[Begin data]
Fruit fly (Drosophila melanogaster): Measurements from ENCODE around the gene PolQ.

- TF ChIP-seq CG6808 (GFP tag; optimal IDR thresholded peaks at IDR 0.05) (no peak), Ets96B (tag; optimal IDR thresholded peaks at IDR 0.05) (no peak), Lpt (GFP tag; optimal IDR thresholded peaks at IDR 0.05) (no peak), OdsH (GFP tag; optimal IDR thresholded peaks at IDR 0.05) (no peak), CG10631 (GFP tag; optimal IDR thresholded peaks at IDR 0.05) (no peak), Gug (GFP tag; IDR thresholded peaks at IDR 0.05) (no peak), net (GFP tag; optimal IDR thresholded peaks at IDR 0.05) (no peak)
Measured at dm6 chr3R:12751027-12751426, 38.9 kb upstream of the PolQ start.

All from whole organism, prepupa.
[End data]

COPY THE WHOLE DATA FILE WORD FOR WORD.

Fruit fly (Drosophila melanogaster): Measurements from ENCODE around the gene PolQ.

- TF ChIP-seq CG6808 (GFP tag; optimal IDR thresholded peaks at IDR 0.05) (no peak), Ets96B (tag; optimal IDR thresholded peaks at IDR 0.05) (no peak), Lpt (GFP tag; optimal IDR thresholded peaks at IDR 0.05) (no peak), OdsH (GFP tag; optimal IDR thresholded peaks at IDR 0.05) (no peak), CG10631 (GFP tag; optimal IDR thresholded peaks at IDR 0.05) (no peak), Gug (GFP tag; IDR thresholded peaks at IDR 0.05) (no peak), net (GFP tag; optimal IDR thresholded peaks at IDR 0.05) (no peak)
Measured at dm6 chr3R:12751027-12751426, 38.9 kb upstream of the PolQ start.

All from whole organism, prepupa.